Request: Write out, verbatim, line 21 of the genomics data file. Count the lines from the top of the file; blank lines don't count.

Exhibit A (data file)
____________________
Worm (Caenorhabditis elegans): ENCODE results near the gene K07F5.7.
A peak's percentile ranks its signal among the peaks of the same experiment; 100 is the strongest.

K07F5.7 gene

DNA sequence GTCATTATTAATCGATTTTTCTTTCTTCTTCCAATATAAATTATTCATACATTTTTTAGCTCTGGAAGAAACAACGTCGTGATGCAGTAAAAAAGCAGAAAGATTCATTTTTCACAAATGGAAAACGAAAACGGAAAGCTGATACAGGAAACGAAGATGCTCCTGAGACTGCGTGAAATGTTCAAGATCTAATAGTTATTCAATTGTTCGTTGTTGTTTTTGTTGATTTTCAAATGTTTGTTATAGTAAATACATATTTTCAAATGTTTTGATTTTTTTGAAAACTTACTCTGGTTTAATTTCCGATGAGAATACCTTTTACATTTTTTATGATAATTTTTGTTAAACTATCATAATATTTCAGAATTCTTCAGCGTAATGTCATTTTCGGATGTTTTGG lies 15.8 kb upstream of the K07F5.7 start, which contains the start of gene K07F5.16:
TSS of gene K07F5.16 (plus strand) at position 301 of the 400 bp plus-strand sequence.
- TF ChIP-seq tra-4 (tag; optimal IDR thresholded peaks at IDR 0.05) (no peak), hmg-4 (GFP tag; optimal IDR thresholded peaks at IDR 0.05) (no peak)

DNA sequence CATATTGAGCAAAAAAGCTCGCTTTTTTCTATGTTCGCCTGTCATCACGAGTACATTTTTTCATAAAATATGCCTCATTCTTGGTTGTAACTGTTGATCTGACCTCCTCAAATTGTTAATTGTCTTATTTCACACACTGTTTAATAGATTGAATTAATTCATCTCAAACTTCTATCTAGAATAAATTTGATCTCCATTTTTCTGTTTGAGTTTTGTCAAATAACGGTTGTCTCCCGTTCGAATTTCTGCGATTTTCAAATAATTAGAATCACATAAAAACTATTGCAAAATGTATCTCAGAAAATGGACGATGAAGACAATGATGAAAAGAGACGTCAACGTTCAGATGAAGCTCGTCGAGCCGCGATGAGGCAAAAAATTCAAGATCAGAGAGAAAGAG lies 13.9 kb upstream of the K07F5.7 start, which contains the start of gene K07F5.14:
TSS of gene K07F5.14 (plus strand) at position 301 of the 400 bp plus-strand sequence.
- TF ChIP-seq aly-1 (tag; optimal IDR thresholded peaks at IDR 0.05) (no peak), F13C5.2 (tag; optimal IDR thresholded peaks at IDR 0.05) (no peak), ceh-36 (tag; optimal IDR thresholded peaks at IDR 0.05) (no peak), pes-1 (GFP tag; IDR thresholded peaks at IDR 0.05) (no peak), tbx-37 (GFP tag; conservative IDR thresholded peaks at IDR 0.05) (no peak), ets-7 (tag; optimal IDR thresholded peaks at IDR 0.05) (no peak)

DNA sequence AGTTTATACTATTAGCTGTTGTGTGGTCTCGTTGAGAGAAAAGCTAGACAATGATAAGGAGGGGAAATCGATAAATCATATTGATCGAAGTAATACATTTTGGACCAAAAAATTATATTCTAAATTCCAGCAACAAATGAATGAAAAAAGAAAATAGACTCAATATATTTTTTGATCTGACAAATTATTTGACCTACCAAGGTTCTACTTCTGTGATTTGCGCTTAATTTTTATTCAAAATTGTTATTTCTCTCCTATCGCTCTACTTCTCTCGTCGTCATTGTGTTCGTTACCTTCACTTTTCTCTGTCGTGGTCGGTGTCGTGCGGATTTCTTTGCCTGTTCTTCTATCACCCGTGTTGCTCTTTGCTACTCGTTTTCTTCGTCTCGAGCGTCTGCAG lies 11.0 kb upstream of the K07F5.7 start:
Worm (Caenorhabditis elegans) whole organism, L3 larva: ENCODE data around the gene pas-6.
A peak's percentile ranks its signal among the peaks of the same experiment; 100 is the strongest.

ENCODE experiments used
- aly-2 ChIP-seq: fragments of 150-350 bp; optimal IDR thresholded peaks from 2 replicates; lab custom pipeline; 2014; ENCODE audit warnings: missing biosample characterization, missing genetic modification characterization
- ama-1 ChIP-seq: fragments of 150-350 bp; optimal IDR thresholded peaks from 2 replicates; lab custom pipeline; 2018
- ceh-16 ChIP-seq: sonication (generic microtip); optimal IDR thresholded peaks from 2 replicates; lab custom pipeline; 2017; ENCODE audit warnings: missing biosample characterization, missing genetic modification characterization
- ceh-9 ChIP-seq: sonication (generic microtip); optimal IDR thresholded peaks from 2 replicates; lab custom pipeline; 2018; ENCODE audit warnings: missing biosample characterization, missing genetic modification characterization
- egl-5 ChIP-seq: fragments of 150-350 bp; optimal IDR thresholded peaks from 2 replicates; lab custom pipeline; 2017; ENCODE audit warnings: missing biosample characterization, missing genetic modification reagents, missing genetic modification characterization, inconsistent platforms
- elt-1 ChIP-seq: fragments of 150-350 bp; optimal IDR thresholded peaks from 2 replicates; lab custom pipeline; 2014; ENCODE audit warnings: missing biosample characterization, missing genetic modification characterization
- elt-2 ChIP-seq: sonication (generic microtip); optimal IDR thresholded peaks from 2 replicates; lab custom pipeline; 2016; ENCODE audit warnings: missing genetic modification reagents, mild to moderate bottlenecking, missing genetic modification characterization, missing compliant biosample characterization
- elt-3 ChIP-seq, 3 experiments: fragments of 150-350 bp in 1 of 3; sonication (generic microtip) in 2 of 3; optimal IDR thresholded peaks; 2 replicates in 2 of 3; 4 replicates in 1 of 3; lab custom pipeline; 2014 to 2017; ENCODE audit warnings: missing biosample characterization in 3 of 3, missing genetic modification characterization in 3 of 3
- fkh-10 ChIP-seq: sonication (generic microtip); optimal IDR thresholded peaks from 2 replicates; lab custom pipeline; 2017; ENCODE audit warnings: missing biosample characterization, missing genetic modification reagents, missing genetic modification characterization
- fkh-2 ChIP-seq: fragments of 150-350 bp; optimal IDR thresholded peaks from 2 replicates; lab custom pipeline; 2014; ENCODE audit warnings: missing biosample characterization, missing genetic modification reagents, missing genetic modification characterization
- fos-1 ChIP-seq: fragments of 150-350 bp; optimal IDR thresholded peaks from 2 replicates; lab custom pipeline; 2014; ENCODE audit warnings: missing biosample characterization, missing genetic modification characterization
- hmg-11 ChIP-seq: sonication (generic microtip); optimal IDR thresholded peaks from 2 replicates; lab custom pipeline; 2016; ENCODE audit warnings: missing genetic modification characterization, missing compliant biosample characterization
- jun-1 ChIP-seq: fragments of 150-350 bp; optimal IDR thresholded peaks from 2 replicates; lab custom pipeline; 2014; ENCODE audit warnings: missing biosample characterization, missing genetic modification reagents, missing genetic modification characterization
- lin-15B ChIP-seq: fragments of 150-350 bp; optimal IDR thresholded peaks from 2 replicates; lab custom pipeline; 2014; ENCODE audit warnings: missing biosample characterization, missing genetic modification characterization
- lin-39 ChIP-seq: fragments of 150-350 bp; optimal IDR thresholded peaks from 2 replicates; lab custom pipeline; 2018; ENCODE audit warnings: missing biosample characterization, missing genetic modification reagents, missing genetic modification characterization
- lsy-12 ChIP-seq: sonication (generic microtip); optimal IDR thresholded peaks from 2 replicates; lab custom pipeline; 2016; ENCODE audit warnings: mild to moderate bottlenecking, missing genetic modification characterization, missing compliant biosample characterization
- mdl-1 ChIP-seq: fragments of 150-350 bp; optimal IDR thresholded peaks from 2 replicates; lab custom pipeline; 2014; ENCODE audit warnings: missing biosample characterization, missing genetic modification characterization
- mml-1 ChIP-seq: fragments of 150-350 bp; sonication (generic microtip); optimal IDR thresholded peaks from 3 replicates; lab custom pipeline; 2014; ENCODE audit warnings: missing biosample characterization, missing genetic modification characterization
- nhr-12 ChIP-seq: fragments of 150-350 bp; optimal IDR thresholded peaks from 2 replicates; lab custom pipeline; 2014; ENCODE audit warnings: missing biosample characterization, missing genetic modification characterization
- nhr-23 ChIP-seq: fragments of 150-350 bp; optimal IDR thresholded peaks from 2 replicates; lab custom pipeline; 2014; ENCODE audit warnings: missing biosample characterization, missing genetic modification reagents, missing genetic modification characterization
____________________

- elt-3 ChIP-seq, 3 experiments: fragments of 150-350 bp in 1 of 3; sonication (generic microtip) in 2 of 3; optimal IDR thresholded peaks; 2 replicates in 2 of 3; 4 replicates in 1 of 3; lab custom pipeline; 2014 to 2017; ENCODE audit warnings: missing biosample characterization in 3 of 3, missing genetic modification characterization in 3 of 3